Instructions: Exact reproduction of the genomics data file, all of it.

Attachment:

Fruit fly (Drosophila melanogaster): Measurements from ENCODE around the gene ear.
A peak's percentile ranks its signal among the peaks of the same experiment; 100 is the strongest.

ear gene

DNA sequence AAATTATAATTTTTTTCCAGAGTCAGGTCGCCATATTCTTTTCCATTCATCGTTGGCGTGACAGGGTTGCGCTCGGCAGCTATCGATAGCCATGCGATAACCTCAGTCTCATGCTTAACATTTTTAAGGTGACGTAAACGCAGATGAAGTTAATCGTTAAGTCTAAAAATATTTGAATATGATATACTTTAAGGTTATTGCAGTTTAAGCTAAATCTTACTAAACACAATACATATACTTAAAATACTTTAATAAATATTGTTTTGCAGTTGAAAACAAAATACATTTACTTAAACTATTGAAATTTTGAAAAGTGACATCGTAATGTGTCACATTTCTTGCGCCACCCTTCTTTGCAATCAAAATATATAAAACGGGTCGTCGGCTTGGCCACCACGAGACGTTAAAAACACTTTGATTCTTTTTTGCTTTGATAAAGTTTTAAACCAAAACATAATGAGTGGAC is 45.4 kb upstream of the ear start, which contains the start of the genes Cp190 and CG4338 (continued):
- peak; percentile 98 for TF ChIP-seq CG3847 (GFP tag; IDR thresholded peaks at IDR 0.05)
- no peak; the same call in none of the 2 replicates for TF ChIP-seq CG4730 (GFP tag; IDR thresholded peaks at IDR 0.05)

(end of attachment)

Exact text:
Fruit fly (Drosophila melanogaster): Measurements from ENCODE around the gene ear.
A peak's percentile ranks its signal among the peaks of the same experiment; 100 is the strongest.

ear gene

DNA sequence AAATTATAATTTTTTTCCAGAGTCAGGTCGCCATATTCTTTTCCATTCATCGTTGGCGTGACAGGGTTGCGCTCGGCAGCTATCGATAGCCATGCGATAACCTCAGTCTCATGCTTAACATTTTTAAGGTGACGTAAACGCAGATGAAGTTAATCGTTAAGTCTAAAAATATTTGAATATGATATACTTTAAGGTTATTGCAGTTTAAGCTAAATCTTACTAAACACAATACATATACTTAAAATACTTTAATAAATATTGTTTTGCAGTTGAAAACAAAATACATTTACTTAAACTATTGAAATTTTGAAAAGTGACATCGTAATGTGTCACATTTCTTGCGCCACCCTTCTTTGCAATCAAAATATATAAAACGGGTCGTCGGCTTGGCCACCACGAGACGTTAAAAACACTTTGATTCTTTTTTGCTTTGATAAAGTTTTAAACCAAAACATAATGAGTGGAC is 45.4 kb upstream of the ear start, which contains the start of the genes Cp190 and CG4338 (continued):
- peak; percentile 98 for TF ChIP-seq CG3847 (GFP tag; IDR thresholded peaks at IDR 0.05)
- no peak; the same call in none of the 2 replicates for TF ChIP-seq CG4730 (GFP tag; IDR thresholded peaks at IDR 0.05)